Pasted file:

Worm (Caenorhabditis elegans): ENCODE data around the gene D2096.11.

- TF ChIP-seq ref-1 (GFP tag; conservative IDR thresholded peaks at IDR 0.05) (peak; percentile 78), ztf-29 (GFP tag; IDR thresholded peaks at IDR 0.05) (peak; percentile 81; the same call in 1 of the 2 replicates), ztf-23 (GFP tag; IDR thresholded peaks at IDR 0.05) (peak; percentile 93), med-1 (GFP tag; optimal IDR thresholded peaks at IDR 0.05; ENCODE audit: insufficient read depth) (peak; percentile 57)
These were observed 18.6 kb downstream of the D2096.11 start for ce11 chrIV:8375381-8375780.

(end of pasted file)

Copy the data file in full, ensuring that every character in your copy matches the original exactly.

Worm (Caenorhabditis elegans): ENCODE data around the gene D2096.11.

- TF ChIP-seq ref-1 (GFP tag; conservative IDR thresholded peaks at IDR 0.05) (peak; percentile 78), ztf-29 (GFP tag; IDR thresholded peaks at IDR 0.05) (peak; percentile 81; the same call in 1 of the 2 replicates), ztf-23 (GFP tag; IDR thresholded peaks at IDR 0.05) (peak; percentile 93), med-1 (GFP tag; optimal IDR thresholded peaks at IDR 0.05; ENCODE audit: insufficient read depth) (peak; percentile 57)
These were observed 18.6 kb downstream of the D2096.11 start for ce11 chrIV:8375381-8375780.